Aston Martin says it is “95 percent of the way there” on the design of the radical, innovative Valkyrie hypercar first revealed a year ago as a concept. And this is what it looks like – mad, bad and well, a bit weird, but also hugely exciting – after a year of developing the Valkyrie’s aerodynamics, body styling and cockpit.
The Valkyrie is a joint project between Aston Martin, Red Bull Advanced Technologies and partner AF Racing. Red Bull F1’s designer Adrian Newey is a key contributor to the design, particularly on finding downforce to help the car stick to the road at high speed, and those vents between the cockpit and front wings have been a real challenge.
Aston Martin Creative Director of Exterior Design, Miles Nurnberger, said, “I would say we’re around 95 per cent of the way there with the exterior design. Much of what you see is actually the structure of the car, so this had to be signed-off relatively early in the project.
“The remaining areas of non-structural bodywork are still subject to evolution and change as Adrian [Newey] continues to explore way of finding more downforce.
“The new outlets in the body are a case in point. Ordinarily the last thing we’d want to do to one of our surfaces is cut a hole in it, but these vents work the front wings so much harder that they’ve found a significant gain in front downforce.
“The fact that they are so effective gives them their own functional beauty, but we’ve finessed them without impacting on their functionality. That they also serve as windows through which to view the fabulous wing section front wishbones is a welcome bonus!”
Venturi tunnels run length of the car
The teardrop-shaped cockpit’s upper body surfaces and lower tub contours follow the envelope of space available between the huge full length Venturi tunnels that run either side of the cockpit floor. Drawing huge quantities of air beneath the car to feed the rear diffuser, these tunnels are the key to generating the Aston Martin Valkyrie’s extraordinary levels of downforce while keeping the upper body surfaces free from additional aerodynamic devices that would spoil the purity of the styling.
To maximise interior space the seats are mounted directly to the tub, with occupants adopting a reclined ‘feet-up’ position reminiscent of today’s Formula One and Le Mans Prototype race cars. That ensures driver and passenger are extremely safe, supported and able to feel completely at one with the car.
The Aston Martin Design team were keen to keep distractions to a minimum and focus the driver on the road ahead. To this end all switchgear is located on the steering wheel, with all the vital signs shown on a single OLED display screen. The steering wheel is also detachable, both to aid ingress and egress, and to serve as an additional security device.
Uninterrupted vision side-to-side
Great attention has been taken with the glasshouse design to ensure forward and peripheral side-to-side vision is virtually uninterrupted.
To avoid any unwanted aerodynamic disturbance or stylistic ‘clutter’ traditional door mirrors have been replaced by discreetly mounted rear facing cameras in each of the Aston Martin Valkyrie’s flanks. These feed two displays which are positioned at the base of each A-post to mimic the view provided by conventional door mirrors.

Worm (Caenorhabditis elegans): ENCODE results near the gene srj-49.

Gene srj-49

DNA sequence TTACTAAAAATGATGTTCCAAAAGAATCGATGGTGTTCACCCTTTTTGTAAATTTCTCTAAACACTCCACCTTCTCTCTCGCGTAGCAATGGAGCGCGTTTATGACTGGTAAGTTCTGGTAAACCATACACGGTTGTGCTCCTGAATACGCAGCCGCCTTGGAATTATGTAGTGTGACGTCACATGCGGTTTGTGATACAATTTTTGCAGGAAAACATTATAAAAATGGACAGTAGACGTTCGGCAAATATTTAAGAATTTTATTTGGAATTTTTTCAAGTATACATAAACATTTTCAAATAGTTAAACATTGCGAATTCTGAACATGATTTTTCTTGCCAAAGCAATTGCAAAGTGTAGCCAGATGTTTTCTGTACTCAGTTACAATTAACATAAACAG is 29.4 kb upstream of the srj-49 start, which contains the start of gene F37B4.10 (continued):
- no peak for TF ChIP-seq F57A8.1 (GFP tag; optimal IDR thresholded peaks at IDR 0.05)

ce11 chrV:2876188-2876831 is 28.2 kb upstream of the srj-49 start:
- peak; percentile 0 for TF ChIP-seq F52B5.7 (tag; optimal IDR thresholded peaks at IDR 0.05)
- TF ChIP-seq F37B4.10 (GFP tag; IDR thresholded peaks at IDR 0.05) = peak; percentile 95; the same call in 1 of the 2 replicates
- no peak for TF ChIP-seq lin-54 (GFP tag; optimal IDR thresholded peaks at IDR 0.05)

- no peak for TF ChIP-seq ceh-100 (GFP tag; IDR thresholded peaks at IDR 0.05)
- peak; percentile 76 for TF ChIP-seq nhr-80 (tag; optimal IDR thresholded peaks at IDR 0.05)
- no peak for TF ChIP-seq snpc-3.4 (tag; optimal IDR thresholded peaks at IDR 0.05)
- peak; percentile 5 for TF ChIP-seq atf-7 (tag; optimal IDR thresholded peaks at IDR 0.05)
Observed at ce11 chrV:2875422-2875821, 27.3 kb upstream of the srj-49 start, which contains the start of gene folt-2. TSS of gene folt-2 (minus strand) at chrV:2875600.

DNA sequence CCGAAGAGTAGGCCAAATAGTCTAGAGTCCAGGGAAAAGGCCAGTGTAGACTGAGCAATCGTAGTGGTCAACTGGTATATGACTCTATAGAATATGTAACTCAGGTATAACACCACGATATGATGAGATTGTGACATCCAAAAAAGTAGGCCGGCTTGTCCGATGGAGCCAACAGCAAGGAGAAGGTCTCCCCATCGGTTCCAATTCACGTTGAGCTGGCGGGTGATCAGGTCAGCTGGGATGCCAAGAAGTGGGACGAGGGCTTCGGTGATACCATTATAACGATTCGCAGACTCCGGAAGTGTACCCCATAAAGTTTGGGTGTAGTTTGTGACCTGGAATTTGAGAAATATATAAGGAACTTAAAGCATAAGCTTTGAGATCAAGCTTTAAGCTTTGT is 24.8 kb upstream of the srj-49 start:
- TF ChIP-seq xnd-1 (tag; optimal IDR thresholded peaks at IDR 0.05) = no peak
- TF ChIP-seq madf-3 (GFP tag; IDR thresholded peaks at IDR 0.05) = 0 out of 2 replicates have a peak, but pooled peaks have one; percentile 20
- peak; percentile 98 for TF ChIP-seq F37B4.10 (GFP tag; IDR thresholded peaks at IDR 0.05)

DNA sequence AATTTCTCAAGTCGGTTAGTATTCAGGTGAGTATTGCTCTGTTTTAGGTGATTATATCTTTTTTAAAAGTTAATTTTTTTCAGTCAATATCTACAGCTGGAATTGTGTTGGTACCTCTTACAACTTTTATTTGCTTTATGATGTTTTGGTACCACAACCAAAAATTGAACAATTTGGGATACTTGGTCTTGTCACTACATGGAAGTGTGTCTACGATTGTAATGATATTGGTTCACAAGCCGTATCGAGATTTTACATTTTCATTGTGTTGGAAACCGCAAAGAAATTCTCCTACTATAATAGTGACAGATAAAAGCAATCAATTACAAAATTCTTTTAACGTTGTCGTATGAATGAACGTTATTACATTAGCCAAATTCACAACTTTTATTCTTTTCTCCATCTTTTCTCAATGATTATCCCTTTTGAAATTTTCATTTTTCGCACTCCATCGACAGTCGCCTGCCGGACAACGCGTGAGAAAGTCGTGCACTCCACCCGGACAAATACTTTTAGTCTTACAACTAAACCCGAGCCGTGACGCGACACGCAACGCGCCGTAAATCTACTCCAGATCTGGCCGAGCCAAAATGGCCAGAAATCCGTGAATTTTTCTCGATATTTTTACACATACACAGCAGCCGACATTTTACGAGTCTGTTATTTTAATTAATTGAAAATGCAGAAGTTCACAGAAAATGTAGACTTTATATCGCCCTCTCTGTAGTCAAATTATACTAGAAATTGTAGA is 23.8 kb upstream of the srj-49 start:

The all-enveloping bodywork and roof-mounted engine air intake means there is no rear window, negating the requirement for a rearview mirror.
Red Bull Racing Formula One ethos
Matt Hill, Aston Martin Creative Director of Interiors said, “It’s been a tremendous challenge to make the interior packaging work. We’ve embraced Red Bull Racing’s Formula One ethos and approached from a different angle than conventional road car design.
“In this instance, we’ve started from a position where you think something is impossible and work at it until you find a way to make it work. We’ve been fighting for millimetres everywhere, but the battle has been worth it, as it’s been fantastic seeing customers try the interior buck for size. They love the ritual of getting in and how it feels to be sat behind the wheel. They’re also genuinely surprised at how the car just seems to swallow them. You really do have to sit in it to believe there is genuine space for two large adults.”
While aerodynamics and downforce are the dominant story, the Valkyrie has some great details. Most striking are the headlights. Aston Martin’s designers stripped things back to bare essentials and the low and high beam elements are attached to an intricate exposed anodised aluminium frame. Not only are the headlamp units a work of art, but they are 30-40 per cent lighter than the lightest series production headlamps available.
The same approach has been taken with the Aston Martin ‘wings’ badge that adorns the nose. With the regular badge considered too heavy, and a simple sticker not befitting, the Aston Martin Design Team came up with a chemical etched aluminium badge just 70 microns thick. That’s 30 per cent thinner than a human hair, and a remarkable 99.4 per cent lighter than the regular enamel wings badge. The badge (nicknamed the ‘lacewing’) is then attached to the painted body and covered with a perfectly smooth coat of lacquer.
Further detail innovation can be found at the rear of the car, with the centre high mounted stop light (CHMSL). Mounted on the tip of the small shark’s fin that runs down the spine of the Aston Martin Valkyrie’s airbox and rear bodywork, the light is just 5.5mm wide and 9.5mm high. Illuminated by a red LED it is the world’s smallest CHMSL.